The best type of security solution is one that allows IT administrators to restrict, or only allow, user access to certain applications. This would implement tighter control of the corporate network, drastically reducing the number of endpoints with total access. This type of solution focuses on trusted access for both the user and their device, rather than allowing ‘blind’ access to the network for anyone with a VPN password or token – both of which can be abused easily by malicious users. 

With this new approach, users can securely access internal applications on the corporate network from any device, using any browser, from anywhere in the world, all without the need to install or configure remote access software on a device. Users would also no longer need to worry about managing VPN credentials or installing extra software – that they then have to remember to update – on their devices. 

Having a solution which goes beyond basic perimeter security, providing IT teams with the ability to mark devices as trusted with a legitimate endpoint certificate, would allow administrators to determine which devices can access which applications. Only devices that are marked with this certificate will be able to access applications made accessible by IT administrators. These ‘hygiene’ tests, as well as authorisation and two factor authentication, are carried out no matter where the device or user is.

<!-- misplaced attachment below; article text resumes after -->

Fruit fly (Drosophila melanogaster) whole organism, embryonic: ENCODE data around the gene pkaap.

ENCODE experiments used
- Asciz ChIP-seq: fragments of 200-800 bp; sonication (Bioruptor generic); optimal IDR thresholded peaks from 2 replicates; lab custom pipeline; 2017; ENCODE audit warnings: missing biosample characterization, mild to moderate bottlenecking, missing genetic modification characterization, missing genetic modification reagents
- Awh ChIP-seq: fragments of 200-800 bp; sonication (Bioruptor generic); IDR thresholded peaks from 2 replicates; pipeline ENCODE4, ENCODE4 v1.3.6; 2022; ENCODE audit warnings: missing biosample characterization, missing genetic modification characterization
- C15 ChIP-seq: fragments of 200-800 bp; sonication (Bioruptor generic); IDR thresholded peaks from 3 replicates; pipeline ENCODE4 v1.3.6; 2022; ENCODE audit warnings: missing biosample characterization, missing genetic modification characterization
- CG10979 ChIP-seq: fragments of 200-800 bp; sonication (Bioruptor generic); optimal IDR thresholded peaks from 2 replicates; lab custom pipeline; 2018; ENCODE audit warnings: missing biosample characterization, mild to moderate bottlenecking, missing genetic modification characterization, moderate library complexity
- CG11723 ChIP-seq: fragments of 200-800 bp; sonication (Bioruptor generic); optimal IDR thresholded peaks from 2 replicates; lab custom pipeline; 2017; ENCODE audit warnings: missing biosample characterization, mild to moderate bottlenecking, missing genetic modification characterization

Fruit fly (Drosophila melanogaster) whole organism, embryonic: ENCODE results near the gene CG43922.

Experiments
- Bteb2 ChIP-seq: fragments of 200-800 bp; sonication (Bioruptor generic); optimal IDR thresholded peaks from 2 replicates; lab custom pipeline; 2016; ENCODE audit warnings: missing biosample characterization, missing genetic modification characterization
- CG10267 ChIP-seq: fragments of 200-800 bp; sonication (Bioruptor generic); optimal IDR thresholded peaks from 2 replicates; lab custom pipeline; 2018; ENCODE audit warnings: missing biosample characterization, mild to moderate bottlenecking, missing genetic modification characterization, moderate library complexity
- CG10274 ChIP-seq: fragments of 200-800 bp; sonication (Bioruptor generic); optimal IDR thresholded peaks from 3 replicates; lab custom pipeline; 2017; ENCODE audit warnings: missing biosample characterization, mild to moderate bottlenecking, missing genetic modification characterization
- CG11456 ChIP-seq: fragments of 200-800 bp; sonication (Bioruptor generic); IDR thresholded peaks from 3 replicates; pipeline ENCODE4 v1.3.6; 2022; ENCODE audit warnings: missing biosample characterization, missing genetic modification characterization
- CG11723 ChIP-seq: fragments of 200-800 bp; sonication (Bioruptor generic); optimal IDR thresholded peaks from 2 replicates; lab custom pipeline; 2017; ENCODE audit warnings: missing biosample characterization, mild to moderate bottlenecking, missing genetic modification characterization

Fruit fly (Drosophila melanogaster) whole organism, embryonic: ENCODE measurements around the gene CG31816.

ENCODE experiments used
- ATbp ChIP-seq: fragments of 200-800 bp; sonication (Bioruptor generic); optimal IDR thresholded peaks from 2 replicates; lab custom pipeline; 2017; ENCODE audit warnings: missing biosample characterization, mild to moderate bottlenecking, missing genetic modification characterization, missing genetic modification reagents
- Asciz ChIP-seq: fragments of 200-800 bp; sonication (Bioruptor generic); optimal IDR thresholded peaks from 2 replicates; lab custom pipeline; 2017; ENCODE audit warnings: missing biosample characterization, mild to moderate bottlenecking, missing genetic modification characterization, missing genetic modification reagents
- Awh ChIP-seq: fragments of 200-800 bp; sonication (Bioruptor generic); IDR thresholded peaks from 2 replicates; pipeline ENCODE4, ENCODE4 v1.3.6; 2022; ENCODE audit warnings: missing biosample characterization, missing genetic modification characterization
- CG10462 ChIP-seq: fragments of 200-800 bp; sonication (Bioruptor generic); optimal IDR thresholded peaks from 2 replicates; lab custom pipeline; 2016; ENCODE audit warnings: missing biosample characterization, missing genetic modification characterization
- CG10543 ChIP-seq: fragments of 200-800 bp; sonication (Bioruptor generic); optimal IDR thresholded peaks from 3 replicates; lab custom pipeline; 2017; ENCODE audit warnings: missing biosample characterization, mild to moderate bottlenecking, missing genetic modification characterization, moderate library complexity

Another benefit of using a solution that doesn’t rely on the use of the VPN is that it provides security teams with precise policies and controls. Administrators can define and enforce rules on who can access what applications, as well as under what conditions. It is possible to define access policies by user group and per application to increase security without compromising the end-user experience, or even by the user’s geographical location at that particular point in time. For example, if there are no employees located in South America, all access from that continent can be blocked. Specifying different policies per network application ensures only the right users and devices are granted access.

For organisations, not only does moving away from the VPN generate tighter cyber security controls but, also by opting out of the traditional approach to VPN, they will save on VPN-associated costs. Providing full network access to users who do not need it, is not cost effective. 

Granting remote access is essential for normal business operations, however, it comes with  heightened security risks. The good news is that new solutions are enabling organisations to balance flexible working practices with security policies that reflect the way we work today. 

Moving on from the VPN does not mean getting rid of the perimeter altogether, as it is still an essential part of effective security. However, it does mean tightening security on the inside so the perimeter isn’t the only thing keeping attackers at bay. Raising the level of security on the inside so it looks more like the outside provides better visibility and a tighter set of controls over what an organisation’s users and endpoints are accessing, regardless of where they are. 

Ruoting Sun, Product Marketing Manager, Duo Security
Image source: Shutterstock/ Supphachai Salaeman